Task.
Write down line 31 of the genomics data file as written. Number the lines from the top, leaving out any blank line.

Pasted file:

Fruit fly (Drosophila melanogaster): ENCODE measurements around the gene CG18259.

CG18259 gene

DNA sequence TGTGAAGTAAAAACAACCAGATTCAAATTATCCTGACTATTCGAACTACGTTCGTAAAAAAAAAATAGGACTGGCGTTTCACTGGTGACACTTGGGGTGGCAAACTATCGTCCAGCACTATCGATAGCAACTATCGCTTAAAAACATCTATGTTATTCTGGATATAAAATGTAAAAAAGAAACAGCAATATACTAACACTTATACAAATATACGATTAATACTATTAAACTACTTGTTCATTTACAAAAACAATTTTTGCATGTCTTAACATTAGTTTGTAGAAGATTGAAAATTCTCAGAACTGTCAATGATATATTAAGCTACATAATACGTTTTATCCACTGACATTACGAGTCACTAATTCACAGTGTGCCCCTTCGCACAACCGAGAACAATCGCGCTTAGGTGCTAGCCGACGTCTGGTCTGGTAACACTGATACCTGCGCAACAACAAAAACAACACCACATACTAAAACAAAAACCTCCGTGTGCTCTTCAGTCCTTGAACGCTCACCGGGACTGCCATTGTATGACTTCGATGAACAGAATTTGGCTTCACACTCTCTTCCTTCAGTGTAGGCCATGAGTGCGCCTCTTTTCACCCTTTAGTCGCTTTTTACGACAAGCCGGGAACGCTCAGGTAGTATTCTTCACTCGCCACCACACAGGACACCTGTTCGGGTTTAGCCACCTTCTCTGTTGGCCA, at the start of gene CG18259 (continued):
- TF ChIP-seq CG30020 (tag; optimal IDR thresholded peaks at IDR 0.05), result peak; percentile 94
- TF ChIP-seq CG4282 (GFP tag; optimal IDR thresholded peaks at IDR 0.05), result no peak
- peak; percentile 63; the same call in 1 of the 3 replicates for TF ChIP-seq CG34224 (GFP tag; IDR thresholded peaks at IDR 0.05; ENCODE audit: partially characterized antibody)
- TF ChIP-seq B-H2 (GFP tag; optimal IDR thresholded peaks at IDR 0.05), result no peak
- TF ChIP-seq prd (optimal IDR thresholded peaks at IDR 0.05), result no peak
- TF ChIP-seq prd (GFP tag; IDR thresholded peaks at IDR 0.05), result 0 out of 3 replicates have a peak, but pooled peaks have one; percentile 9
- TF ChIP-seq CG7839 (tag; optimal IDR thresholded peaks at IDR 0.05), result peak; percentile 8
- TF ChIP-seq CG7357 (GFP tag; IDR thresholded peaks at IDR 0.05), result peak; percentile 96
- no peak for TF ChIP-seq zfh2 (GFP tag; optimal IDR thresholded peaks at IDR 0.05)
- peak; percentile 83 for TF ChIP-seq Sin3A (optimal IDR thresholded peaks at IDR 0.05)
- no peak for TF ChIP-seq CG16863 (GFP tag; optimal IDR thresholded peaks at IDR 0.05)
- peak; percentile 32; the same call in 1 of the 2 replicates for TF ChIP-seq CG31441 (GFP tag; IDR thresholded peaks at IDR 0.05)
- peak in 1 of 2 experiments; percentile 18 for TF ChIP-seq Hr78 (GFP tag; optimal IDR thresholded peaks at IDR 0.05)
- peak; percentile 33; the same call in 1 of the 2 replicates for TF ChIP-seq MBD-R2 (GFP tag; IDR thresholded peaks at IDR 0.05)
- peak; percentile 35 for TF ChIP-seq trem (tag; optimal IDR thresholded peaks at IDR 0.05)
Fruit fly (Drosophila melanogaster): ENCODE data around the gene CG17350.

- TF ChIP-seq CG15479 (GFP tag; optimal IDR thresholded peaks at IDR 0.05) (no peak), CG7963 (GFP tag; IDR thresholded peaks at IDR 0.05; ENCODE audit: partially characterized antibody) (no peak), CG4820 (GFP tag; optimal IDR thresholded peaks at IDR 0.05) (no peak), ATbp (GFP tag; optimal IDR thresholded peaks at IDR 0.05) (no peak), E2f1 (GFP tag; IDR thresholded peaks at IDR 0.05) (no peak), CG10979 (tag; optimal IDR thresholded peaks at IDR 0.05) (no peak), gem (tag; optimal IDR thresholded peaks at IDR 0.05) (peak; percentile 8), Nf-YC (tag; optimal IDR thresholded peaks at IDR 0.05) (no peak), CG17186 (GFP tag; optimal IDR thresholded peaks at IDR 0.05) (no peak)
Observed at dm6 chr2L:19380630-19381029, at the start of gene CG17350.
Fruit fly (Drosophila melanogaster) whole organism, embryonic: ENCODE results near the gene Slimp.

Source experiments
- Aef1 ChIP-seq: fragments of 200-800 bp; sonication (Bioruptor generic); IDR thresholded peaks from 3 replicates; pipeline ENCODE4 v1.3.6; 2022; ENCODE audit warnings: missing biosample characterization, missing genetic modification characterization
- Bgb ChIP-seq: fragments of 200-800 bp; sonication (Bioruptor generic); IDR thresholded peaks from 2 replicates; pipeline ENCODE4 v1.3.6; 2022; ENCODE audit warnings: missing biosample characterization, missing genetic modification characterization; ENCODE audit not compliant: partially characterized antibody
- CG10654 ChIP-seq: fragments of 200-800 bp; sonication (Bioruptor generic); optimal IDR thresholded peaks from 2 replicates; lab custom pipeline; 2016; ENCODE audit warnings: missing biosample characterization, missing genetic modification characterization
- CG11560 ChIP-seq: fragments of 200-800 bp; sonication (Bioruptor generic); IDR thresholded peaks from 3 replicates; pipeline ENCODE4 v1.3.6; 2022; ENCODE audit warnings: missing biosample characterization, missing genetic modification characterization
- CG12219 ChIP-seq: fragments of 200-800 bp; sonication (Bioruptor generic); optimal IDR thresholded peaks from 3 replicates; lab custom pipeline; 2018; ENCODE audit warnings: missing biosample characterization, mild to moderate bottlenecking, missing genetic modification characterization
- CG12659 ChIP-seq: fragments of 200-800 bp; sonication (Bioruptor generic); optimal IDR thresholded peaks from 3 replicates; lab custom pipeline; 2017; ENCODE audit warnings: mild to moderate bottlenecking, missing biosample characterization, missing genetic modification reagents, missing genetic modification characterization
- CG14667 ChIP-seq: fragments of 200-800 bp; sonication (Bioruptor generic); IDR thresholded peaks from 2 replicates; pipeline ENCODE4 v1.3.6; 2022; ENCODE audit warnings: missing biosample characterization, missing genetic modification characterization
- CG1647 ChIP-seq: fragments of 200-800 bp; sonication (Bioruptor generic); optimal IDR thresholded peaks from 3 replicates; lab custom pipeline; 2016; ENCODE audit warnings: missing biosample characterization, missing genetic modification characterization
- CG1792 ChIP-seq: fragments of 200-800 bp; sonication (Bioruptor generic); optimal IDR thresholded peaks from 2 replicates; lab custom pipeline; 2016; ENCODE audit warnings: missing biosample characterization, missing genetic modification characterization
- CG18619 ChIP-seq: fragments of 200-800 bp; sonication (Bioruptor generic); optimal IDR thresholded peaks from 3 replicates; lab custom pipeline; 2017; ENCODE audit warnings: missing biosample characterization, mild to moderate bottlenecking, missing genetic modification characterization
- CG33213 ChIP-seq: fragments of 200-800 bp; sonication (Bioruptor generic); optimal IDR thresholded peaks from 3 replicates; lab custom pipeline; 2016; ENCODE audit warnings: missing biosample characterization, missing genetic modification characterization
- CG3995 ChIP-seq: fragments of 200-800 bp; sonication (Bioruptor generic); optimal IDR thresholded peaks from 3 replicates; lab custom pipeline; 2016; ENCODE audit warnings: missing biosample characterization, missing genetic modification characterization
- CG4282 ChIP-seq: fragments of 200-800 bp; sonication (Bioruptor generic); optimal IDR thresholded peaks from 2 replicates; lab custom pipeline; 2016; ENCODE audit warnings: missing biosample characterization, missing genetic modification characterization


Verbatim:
- CG1647 ChIP-seq: fragments of 200-800 bp; sonication (Bioruptor generic); optimal IDR thresholded peaks from 3 replicates; lab custom pipeline; 2016; ENCODE audit warnings: missing biosample characterization, missing genetic modification characterization